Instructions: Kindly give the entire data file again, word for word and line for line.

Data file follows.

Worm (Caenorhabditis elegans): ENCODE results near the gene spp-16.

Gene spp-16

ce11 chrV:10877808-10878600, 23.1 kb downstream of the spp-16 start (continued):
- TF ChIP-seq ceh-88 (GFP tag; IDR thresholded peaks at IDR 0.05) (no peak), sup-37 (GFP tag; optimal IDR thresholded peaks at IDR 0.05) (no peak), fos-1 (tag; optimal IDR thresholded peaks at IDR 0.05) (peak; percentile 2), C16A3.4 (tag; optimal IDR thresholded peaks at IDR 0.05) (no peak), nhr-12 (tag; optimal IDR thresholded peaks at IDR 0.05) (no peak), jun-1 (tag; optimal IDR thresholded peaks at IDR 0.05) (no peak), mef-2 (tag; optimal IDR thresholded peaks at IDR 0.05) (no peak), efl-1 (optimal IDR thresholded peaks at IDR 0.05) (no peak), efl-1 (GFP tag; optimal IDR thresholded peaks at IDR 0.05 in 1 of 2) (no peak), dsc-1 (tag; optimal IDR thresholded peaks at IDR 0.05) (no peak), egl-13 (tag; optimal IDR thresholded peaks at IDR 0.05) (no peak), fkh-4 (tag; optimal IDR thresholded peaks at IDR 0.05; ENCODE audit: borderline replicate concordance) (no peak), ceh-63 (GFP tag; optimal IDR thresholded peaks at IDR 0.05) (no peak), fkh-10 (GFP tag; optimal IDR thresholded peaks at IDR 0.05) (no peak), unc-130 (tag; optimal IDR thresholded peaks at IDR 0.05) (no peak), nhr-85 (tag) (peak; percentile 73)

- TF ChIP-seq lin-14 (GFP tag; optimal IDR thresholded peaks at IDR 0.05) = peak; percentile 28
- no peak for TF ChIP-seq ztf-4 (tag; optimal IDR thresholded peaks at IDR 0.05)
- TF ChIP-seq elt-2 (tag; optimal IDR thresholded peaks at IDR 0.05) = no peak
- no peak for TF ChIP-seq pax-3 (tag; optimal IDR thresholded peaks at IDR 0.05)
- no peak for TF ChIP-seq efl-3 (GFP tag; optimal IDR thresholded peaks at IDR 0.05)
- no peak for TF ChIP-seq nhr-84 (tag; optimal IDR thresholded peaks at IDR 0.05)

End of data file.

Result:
Worm (Caenorhabditis elegans): ENCODE results near the gene spp-16.

Gene spp-16

ce11 chrV:10877808-10878600, 23.1 kb downstream of the spp-16 start (continued):
- TF ChIP-seq ceh-88 (GFP tag; IDR thresholded peaks at IDR 0.05) (no peak), sup-37 (GFP tag; optimal IDR thresholded peaks at IDR 0.05) (no peak), fos-1 (tag; optimal IDR thresholded peaks at IDR 0.05) (peak; percentile 2), C16A3.4 (tag; optimal IDR thresholded peaks at IDR 0.05) (no peak), nhr-12 (tag; optimal IDR thresholded peaks at IDR 0.05) (no peak), jun-1 (tag; optimal IDR thresholded peaks at IDR 0.05) (no peak), mef-2 (tag; optimal IDR thresholded peaks at IDR 0.05) (no peak), efl-1 (optimal IDR thresholded peaks at IDR 0.05) (no peak), efl-1 (GFP tag; optimal IDR thresholded peaks at IDR 0.05 in 1 of 2) (no peak), dsc-1 (tag; optimal IDR thresholded peaks at IDR 0.05) (no peak), egl-13 (tag; optimal IDR thresholded peaks at IDR 0.05) (no peak), fkh-4 (tag; optimal IDR thresholded peaks at IDR 0.05; ENCODE audit: borderline replicate concordance) (no peak), ceh-63 (GFP tag; optimal IDR thresholded peaks at IDR 0.05) (no peak), fkh-10 (GFP tag; optimal IDR thresholded peaks at IDR 0.05) (no peak), unc-130 (tag; optimal IDR thresholded peaks at IDR 0.05) (no peak), nhr-85 (tag) (peak; percentile 73)

- TF ChIP-seq lin-14 (GFP tag; optimal IDR thresholded peaks at IDR 0.05) = peak; percentile 28
- no peak for TF ChIP-seq ztf-4 (tag; optimal IDR thresholded peaks at IDR 0.05)
- TF ChIP-seq elt-2 (tag; optimal IDR thresholded peaks at IDR 0.05) = no peak
- no peak for TF ChIP-seq pax-3 (tag; optimal IDR thresholded peaks at IDR 0.05)
- no peak for TF ChIP-seq efl-3 (GFP tag; optimal IDR thresholded peaks at IDR 0.05)
- no peak for TF ChIP-seq nhr-84 (tag; optimal IDR thresholded peaks at IDR 0.05)